Jeffrey Sparr is a talented painter who is also the founder of PeaceLove, a non-profit that trains individuals to facilitate mental wellness and self-care-based arts workshops within their communities. He has harnessed his passion for painting and is on a mission to help millions of people find peace of mind through the arts. Continue reading to learn more about Jeffrey’s painting style and the positive impact PeaceLove is making.
Where are you from and where do you currently reside?
I grew up in Providence and for the last 24 years have been right over the line in Pawtucket, Rhode Island.
What drew you to become an artist and what mediums do you most commonly use?
I never even thought about painting until a friend suggested it. He heard that it could help people with mental illness. I’d been open about my Obsessive Compulsive Disorder, and I was at a place where I was ready to try just about anything if I thought it would help. And it did. So I haven’t stopped painting since. Well sometimes I use oil pastels instead, but you know.
How would you describe your style?
Vivid. It’s funny because painting relaxes me but my process might not seem relaxing to anyone else. I like to blast music and create with a lot of energy– and I think that really comes through in the pieces. I like vibrant colors and high contrast. I’m really inspired by Art Deco fashion, cocktail culture, and the geometric design style of the 1920s-30s.
What has kept you engaged and committed to your craft over the years?
I have to. I need to do it to take care of my mental health. It helps me express myself, and the things I feel when I don’t know how to say how I feel in words. But more than that, painting just feels really good when I’m doing it. I’m not thinking about my OCD. It’s a break from all my intrusive thoughts. I keep painting because I need that break.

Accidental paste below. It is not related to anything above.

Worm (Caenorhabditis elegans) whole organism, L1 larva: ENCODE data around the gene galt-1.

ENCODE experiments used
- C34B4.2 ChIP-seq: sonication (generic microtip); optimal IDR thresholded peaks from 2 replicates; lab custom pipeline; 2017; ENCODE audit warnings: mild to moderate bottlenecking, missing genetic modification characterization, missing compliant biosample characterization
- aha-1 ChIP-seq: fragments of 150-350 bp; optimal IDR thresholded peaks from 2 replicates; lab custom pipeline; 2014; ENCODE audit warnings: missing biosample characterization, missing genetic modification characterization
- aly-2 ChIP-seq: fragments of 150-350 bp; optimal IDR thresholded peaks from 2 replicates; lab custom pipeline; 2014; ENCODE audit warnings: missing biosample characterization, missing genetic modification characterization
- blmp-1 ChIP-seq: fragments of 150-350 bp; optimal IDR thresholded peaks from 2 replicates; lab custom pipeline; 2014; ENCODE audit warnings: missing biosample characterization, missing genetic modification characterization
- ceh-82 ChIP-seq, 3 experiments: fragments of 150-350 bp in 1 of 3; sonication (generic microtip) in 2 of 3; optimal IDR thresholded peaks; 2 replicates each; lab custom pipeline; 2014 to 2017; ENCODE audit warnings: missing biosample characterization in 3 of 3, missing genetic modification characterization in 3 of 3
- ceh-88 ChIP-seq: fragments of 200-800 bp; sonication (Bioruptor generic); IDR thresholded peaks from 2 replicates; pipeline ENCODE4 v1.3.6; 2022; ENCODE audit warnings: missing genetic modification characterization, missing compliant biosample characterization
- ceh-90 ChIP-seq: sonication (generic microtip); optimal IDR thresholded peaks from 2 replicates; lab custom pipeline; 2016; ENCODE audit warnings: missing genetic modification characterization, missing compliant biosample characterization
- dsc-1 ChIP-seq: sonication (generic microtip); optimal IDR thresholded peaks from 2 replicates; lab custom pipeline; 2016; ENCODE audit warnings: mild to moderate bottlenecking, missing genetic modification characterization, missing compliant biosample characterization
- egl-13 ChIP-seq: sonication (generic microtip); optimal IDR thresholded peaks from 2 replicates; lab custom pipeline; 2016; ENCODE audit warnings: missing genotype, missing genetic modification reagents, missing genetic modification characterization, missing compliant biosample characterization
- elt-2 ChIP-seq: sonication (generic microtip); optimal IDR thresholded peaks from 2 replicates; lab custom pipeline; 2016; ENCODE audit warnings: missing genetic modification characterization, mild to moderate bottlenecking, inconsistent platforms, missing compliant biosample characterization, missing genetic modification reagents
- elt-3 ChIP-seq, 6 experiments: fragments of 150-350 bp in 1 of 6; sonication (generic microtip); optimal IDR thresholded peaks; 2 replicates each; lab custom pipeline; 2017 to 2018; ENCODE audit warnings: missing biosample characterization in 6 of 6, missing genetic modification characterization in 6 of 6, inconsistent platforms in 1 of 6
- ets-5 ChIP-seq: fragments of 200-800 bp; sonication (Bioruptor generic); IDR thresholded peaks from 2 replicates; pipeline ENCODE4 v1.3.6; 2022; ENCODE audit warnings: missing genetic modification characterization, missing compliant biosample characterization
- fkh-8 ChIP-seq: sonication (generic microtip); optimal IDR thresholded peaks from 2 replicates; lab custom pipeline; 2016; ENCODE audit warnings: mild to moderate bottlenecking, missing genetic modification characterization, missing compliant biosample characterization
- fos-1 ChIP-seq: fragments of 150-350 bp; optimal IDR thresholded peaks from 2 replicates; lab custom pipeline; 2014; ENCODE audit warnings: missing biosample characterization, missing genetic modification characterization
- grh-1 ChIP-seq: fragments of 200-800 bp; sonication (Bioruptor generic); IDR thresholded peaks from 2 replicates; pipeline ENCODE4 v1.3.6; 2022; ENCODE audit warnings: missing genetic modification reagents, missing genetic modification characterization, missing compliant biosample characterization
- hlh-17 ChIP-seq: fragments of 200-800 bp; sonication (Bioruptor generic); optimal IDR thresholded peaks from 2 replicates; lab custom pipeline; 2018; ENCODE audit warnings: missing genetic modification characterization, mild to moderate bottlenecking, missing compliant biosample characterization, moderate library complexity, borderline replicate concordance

I also co-founded a Non-profit called PeaceLove Foundation. It trains individuals to facilitate mental wellness and self-care-based arts workshops within their communities. It’s called the CREATORS Training Program.
We have a network of about 200 frontline professionals. Some of them are occupational therapists, grief counselors. Some work in schools or youth programs. All very very different. But at the beginning of every training we gather and I tell my story of how art changed my life. I want to thank them, and really impress how important it is that we provide creative outlets to communities. So now I really can’t quit painting!
How have you grown as an artist in the past five years and what are the major contributing factors to your growth?
For OCD the best treatment is called exposure therapy– and I like to joke I’m one of the most overexposed people now. But everything: talking about my illness, public speaking, traveling– it’s all the stuff that gets me riled up. My art has really pushed me to tell my story and put myself out there– which has in turn made me feel more things and need to make more art. And you can see all of that in my work too. Everything I’m processing shows up in my work.
What materials do you most commonly use?
I’ve painted on everything with everything. At the end of the day though I still gravitate toward foam brushes and acrylic paint or oil pastels. I don’t have to think about how to use them, and I can just focus on what it is I’m trying to create.
Can you describe some of your favorite pieces you’ve worked on?
One I like to talk about because it’s been really helpful in explaining my mental illness is “half daddy.”
My family is so important to me. I’m married with three children. And when the kids were growing up I felt a lot of guilt about my OCD and if it made me a distracted partner and father. I’d seek a lot of reassurance, which fed the process, making me feel even more guilty. Half daddy helped me explain feeling scared that sometimes I wasn’t there.
Do you have any advice for up-and-coming artists? Are there any tips or techniques you can offer?
Make as much as you can, and then share it because you love it. Or because it’s your story. Don’t worry so much about anything else. So many people come up to me to tell me how much they connect with my story, or my work. And it’s only because I’m sharing it. You have a story. Go tell it in whatever way makes sense to you and let people connect with it.
What are your website and social media links?